Thinking quickly, Sarah decided the best challenge would be a chase through the neighborhood woods. Sure, it was getting darker by the minute and the rain was coming down loudly, getting into her eyes and making it hard to see, but what gain came without pain? It was the perfect challenge not only for him but for her.
She made a right, and was almost instantly running in the woods. Another hoot came from behind, reassuring her that he was still there.
She had to push several long, skinny twigs out of her way, but despite her efforts, three managed to catch, one ripping the side of her top and another making a small slash on her right forearm. She tried as hard as she could to ignore the stinging pain, the mixture of rain and sweat on the wound not making it very easy, until she heard a small thud.
Fearing the worst, she turned her torso, looking around frantically. It was only until she saw him flying towards her that she realized the thud came from her foot snagging on a loose tree root and before she knew it, she was lying face up, her foot in pain from the fall and the blood from her wounds flowing freely.
And then all at once he was on top of her, beside her, surrounding her. Not as bird but as man. Wiping the sweat and rain and mud from her face, kissing away the pain, closing her wounds. Her rain-drenched arms came to snake around his neck, and then she was returning his kiss, her body on fire and her heart beating in time with the rain against his back.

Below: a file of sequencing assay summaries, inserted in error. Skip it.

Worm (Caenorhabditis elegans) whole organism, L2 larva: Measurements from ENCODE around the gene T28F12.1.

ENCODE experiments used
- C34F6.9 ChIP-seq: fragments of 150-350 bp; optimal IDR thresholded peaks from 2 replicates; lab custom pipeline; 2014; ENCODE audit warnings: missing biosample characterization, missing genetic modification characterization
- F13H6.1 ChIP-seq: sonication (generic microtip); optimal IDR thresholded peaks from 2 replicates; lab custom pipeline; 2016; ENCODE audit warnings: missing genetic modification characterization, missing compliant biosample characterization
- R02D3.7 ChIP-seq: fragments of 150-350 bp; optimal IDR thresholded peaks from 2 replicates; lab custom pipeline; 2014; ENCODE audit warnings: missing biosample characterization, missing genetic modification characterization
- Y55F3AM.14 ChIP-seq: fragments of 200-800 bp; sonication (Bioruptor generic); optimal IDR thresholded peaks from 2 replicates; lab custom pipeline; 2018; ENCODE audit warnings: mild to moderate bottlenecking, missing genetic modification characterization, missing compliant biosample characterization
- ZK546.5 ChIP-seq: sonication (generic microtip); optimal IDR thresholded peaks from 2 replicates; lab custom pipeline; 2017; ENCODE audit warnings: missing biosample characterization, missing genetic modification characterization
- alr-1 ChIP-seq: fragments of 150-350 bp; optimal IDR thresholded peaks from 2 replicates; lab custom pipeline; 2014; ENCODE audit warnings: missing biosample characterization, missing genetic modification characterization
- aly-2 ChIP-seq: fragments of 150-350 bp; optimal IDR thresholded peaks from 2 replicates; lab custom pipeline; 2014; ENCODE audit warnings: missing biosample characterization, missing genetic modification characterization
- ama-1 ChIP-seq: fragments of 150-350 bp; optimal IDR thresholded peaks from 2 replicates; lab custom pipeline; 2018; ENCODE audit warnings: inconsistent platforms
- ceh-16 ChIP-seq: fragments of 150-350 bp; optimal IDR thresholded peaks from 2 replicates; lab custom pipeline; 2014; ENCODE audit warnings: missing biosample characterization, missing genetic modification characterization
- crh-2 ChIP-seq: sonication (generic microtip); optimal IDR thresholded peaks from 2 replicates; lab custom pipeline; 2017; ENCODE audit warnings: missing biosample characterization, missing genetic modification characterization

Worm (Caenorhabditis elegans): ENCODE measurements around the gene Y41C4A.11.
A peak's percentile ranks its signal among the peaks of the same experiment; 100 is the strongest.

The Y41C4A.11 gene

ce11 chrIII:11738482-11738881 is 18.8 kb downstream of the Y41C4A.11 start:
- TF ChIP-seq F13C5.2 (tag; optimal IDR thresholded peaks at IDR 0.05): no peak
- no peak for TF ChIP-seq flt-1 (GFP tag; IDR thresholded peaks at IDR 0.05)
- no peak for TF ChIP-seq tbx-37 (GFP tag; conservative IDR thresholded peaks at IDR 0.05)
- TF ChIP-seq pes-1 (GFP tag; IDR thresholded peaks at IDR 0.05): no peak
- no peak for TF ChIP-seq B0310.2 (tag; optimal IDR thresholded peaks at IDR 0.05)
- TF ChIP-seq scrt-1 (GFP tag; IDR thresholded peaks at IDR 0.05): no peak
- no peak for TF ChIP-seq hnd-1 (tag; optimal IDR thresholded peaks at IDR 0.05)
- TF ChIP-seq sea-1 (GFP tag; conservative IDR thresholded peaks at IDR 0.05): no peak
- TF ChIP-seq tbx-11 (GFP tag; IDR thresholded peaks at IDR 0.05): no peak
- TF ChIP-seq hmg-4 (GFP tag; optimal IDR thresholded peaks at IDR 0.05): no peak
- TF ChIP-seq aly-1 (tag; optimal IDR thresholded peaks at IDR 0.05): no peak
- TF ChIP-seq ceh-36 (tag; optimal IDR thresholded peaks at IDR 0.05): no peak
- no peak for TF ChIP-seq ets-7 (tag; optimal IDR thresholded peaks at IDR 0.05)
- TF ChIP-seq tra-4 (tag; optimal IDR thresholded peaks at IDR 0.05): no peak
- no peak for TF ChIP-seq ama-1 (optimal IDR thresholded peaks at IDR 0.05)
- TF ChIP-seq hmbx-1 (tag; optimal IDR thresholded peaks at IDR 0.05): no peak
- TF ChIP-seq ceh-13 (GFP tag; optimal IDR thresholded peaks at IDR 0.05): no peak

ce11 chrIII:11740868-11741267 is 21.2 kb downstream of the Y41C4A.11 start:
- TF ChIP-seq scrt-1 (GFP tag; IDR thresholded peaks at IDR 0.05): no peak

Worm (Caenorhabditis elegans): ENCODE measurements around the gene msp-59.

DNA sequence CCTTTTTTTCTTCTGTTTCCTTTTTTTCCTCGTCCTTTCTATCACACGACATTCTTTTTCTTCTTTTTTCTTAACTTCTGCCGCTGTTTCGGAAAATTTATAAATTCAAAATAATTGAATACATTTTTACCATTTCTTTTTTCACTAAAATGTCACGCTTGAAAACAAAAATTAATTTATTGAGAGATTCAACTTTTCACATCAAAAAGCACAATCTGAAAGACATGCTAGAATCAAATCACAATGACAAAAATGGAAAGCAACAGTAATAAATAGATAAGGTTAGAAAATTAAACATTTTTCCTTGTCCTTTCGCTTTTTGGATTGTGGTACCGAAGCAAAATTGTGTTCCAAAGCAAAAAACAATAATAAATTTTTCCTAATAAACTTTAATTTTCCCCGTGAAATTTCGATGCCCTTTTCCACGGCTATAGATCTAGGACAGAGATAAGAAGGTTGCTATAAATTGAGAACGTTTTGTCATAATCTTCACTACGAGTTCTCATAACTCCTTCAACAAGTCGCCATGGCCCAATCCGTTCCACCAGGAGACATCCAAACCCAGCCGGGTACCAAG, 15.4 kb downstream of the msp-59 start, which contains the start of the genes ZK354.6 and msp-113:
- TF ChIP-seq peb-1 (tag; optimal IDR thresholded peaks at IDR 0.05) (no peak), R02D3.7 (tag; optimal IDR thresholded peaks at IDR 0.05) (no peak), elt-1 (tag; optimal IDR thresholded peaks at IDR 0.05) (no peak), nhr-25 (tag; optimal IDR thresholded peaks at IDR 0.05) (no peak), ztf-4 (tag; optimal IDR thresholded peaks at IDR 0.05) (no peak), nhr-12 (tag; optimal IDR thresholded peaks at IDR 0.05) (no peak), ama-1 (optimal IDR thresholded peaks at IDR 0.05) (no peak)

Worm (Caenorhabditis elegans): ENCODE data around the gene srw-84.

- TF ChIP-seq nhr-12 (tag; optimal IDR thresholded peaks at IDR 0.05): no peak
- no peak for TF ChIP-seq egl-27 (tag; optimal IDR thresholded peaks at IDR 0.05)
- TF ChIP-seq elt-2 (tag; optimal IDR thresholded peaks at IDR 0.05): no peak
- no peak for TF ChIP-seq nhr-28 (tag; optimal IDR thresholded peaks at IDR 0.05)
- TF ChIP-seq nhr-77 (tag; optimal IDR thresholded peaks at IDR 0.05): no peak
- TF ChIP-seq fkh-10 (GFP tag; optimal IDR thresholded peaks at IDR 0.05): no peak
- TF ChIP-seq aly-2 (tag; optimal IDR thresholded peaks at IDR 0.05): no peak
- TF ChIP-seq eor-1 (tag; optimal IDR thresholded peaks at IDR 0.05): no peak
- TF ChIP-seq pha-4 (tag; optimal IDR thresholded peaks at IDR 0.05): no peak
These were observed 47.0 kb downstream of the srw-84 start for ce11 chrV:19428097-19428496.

I love you.
They both stopped, neither being sure who said what. It was barely above a whisper, and while she couldn't be positive who had uttered them, she knew those three words explained what she was feeling at that moment. And so she kissed him again, ferociously and wildly and passionately and with need and want and love.
He deepened the kiss, and she rolled on top of him, not caring who or what saw, though she doubted anyone was still roaming the neighborhood in this weather and at this hour.
She smiled into the kiss, only imagining what the future held.
Bud Simmons walked slowly, his fingers clinging to the rifle in his hand. It had been a while since he had hunted a good game and maybe, just maybe, tonight would end his losing streak.
He had heard the rustling when he was letting the dog out, and with glee had grabbed his run, put on his rain coat and stepped out into the night. The rustling had been loud, and he could only imagine the size of the deer. Boy, would it look good next to Old Major, the very first deer he got.
When he arrived at the spot of the rustling, he released a heavy, disappointed sigh. His streak would continue, as he saw nothing of interest, save for a loose tree root and the smallest bit of shimmer.
Returning to his modest house just outside the woods, he opened the back door and stepped into the warm glow of the kitchen.
"Shoot that deer you were so eager about?" His wife of forty-nine years stood at the counter, her gray hair in curlers, ready to serve her husband a heaping plate of homemade blueberry pie. Accepting the plate, Bud sat down, piercing the pie with his fork.
"Ain't no deer," He grumbled, taking a sip of milk, "Likely just some teenagers having a little too much fun."
"Probably a good thing you didn't shoot then," Edie said with a chuckle, taking her place at the table and eating her pie.
"Probably," Bud agreed, rubbing his hands together, "Probably."